Our bottlenecked bridge is hurting the local economy

Last Call

marc jun216It is a reality that Hilton Head Island and Bluffton are socially and economically joined at the hip. To get a feel for just how much the two towns are connected, just stand at the bridge at any time day or night and watch the traffic rush by.

It is also a reality that healthy local economies depend on updated infrastructures, which includes the transportation system. Since there is no real viable public transportation in the Lowcountry, roadways remain the only way to get from place A to place B.

Traffic delays on both sides of the bridge are now a daily occurrence, and if it rains or there is an accident, these traffic jams become a real problem. With no alternate route, one can get literally stuck in traffic.

bottlenecked bridgeI can’t imagine that visitors are delighted to get stuck in traffic after driving for hours to get to Hilton Head, or when they have a full day’s drive ahead of them to get home. This is the first and last impression they are taking from their vacation.

I know that as an entrepreneur, I’m having difficulty recruiting employees who live in Bluffton (which offers a more abundant choice of affordable housing) because candidates dread the daily commute to our island office.

Also, I imagine service people avoid working on the island if they can get equivalent projects in the Bluffton area. All this may eventually hurt our local economy and could possibly erode real estate prices.

The steady growth of Hilton Head has been going on for five decades. The rapid growth of Bluffton has been in the works for more than two decades. As the towns’ combined population has grown to more than an estimated 70,000 residents, the number of drivers on our roads has increased as well. The more than 2 million visitors to Hilton Head a year add thousands more cars coming and going.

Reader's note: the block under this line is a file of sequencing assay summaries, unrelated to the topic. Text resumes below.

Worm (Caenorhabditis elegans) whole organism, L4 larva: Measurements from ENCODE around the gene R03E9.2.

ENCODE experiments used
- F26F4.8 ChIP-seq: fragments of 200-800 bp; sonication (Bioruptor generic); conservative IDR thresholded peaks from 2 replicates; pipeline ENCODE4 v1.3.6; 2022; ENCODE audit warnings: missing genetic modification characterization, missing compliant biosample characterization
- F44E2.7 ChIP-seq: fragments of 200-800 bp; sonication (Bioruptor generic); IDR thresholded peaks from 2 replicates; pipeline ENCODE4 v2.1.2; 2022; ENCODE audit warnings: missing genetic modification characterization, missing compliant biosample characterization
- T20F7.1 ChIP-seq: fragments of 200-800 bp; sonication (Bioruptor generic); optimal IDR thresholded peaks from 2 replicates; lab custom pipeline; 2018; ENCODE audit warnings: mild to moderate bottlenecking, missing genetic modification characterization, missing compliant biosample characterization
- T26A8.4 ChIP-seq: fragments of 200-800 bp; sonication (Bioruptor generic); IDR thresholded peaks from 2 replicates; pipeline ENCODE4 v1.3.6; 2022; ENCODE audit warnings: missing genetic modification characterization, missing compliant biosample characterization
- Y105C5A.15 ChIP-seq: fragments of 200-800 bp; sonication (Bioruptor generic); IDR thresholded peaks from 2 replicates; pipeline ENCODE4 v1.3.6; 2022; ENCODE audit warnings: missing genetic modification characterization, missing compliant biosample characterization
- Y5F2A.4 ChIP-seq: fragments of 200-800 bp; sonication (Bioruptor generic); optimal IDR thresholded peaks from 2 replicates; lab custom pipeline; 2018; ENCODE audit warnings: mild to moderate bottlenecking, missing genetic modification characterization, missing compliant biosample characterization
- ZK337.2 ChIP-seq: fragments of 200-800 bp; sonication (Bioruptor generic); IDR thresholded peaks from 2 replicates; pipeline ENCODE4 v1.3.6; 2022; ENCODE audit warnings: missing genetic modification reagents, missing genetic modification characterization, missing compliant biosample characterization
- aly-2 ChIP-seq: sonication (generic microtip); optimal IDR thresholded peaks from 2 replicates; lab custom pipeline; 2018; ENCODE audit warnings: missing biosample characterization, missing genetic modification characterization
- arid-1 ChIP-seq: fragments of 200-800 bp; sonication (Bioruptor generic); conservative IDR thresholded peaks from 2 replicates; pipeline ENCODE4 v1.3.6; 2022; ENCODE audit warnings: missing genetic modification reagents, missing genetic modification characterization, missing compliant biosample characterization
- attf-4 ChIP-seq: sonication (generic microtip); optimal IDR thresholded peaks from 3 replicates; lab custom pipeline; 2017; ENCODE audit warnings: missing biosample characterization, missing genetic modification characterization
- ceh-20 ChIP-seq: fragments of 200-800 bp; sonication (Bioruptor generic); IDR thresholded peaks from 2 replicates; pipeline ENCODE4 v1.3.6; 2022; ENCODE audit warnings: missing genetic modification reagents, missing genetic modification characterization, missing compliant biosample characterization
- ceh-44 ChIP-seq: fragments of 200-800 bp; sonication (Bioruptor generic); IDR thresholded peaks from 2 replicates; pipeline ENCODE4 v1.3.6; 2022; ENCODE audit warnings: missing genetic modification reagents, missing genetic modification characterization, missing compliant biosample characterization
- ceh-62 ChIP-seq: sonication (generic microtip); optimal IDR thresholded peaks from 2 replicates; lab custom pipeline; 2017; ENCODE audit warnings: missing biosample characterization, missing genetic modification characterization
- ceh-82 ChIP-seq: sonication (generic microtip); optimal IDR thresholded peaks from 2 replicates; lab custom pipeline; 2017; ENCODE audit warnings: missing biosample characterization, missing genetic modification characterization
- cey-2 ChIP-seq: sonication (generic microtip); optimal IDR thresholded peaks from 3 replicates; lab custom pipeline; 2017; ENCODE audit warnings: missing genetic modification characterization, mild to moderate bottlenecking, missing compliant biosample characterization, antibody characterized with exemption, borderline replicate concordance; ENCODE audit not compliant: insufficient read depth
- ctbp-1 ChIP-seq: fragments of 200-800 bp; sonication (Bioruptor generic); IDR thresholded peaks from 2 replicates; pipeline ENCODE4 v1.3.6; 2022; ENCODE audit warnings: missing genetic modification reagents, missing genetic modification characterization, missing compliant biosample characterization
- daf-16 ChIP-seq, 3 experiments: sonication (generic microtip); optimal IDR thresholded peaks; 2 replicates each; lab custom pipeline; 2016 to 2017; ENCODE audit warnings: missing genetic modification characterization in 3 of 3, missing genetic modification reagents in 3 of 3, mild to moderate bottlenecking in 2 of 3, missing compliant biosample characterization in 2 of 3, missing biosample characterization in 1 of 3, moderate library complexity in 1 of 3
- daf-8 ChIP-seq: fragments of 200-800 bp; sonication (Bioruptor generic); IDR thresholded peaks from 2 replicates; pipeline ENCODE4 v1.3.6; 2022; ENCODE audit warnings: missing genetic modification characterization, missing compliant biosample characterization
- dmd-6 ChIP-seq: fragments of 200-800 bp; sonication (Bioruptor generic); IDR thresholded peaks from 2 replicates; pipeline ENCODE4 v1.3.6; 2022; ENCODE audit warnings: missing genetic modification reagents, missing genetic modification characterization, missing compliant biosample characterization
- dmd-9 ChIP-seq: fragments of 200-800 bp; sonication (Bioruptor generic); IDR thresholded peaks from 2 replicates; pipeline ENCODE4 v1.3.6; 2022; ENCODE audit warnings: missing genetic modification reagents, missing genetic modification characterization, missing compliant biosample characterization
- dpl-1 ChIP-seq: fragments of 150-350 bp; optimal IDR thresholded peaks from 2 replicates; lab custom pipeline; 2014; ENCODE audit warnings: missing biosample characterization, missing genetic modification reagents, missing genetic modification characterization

The plans to add the Cross Island Parkway to the traffic system stirred up a big controversy at the time; yet few today would say that we would be better off without it. Bluffton, on the other hand, was more proactive by building Bluffton Parkway to create an alternate route to U.S. 278, the main traffic pipeline. But there’s no doubt Bluffton Parkway will eventually bottleneck into the existing four-lane bridge to the island.

It is beyond my reasoning that at the time of planning both the Cross Island and Bluffton parkways, no concrete plan was been put in place, approved and funded to enlarge the existing four-lane bridge to connect Hilton Head to the mainland. There is room on the Hilton Head side to widen U.S. 278 into a six-lane road, and certainly the flyover lanes currently under construction could have been continued across the water, allowing for a more harmonious traffic flow.

Of course, it could be said that enabling traffic will increase traffic. But I do not buy into that argument. It seems to me that the existing (and growing) traffic is a reality, whether we accommodate it or not. And for those wishing for a quieter island, like it was 20 or 30 years ago, well, it is too late now. You should have bought up all the land in Bluffton and prevented it from becoming its own viable town.

If we look at the big picture, the Lowcountry is never going to resemble Atlanta by any stretch of the imagination. Most of us live in quiet and peaceful neighborhoods that offer the sanctuary we moved here for. The overall growth of our area, on the other hand, now allows us to have colleges, town centers, parks and arts venues. This promotes a more varied economy that attracts a more diverse population, which fills the communities with vitality and make for a great place to live. Actually, make that one of the best places to live, work and retire … if we could just add two more lanes to our bottlenecked bridge.